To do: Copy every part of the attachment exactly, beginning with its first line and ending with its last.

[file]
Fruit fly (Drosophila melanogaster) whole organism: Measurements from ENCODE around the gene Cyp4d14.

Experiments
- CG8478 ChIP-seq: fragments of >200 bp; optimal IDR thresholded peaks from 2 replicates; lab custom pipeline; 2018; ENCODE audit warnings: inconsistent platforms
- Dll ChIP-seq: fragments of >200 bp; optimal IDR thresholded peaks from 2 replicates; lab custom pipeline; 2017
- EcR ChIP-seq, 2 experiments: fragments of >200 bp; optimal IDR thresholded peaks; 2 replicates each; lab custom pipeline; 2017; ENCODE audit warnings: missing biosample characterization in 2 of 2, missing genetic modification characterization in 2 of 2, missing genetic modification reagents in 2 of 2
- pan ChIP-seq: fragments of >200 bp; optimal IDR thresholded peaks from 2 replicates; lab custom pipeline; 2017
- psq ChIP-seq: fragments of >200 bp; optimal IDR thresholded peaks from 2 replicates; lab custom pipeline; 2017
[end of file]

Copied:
Fruit fly (Drosophila melanogaster) whole organism: Measurements from ENCODE around the gene Cyp4d14.

Experiments
- CG8478 ChIP-seq: fragments of >200 bp; optimal IDR thresholded peaks from 2 replicates; lab custom pipeline; 2018; ENCODE audit warnings: inconsistent platforms
- Dll ChIP-seq: fragments of >200 bp; optimal IDR thresholded peaks from 2 replicates; lab custom pipeline; 2017
- EcR ChIP-seq, 2 experiments: fragments of >200 bp; optimal IDR thresholded peaks; 2 replicates each; lab custom pipeline; 2017; ENCODE audit warnings: missing biosample characterization in 2 of 2, missing genetic modification characterization in 2 of 2, missing genetic modification reagents in 2 of 2
- pan ChIP-seq: fragments of >200 bp; optimal IDR thresholded peaks from 2 replicates; lab custom pipeline; 2017
- psq ChIP-seq: fragments of >200 bp; optimal IDR thresholded peaks from 2 replicates; lab custom pipeline; 2017